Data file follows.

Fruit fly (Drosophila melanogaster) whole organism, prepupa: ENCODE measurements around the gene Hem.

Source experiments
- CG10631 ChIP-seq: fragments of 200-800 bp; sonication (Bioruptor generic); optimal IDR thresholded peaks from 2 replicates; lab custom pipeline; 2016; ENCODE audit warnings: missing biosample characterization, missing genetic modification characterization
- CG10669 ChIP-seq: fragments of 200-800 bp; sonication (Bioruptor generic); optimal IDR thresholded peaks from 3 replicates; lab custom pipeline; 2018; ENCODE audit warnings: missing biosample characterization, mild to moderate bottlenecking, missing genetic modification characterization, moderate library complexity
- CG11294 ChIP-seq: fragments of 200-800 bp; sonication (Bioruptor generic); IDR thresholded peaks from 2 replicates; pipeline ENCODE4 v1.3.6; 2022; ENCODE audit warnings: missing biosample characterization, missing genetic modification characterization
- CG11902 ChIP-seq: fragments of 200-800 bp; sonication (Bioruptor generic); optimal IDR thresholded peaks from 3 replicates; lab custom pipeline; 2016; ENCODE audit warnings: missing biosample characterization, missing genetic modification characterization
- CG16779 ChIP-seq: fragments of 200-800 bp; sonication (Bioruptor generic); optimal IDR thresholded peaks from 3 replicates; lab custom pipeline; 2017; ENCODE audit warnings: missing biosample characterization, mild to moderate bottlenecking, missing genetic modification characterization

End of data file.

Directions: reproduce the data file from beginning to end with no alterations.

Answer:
Fruit fly (Drosophila melanogaster) whole organism, prepupa: ENCODE measurements around the gene Hem.

Source experiments
- CG10631 ChIP-seq: fragments of 200-800 bp; sonication (Bioruptor generic); optimal IDR thresholded peaks from 2 replicates; lab custom pipeline; 2016; ENCODE audit warnings: missing biosample characterization, missing genetic modification characterization
- CG10669 ChIP-seq: fragments of 200-800 bp; sonication (Bioruptor generic); optimal IDR thresholded peaks from 3 replicates; lab custom pipeline; 2018; ENCODE audit warnings: missing biosample characterization, mild to moderate bottlenecking, missing genetic modification characterization, moderate library complexity
- CG11294 ChIP-seq: fragments of 200-800 bp; sonication (Bioruptor generic); IDR thresholded peaks from 2 replicates; pipeline ENCODE4 v1.3.6; 2022; ENCODE audit warnings: missing biosample characterization, missing genetic modification characterization
- CG11902 ChIP-seq: fragments of 200-800 bp; sonication (Bioruptor generic); optimal IDR thresholded peaks from 3 replicates; lab custom pipeline; 2016; ENCODE audit warnings: missing biosample characterization, missing genetic modification characterization
- CG16779 ChIP-seq: fragments of 200-800 bp; sonication (Bioruptor generic); optimal IDR thresholded peaks from 3 replicates; lab custom pipeline; 2017; ENCODE audit warnings: missing biosample characterization, mild to moderate bottlenecking, missing genetic modification characterization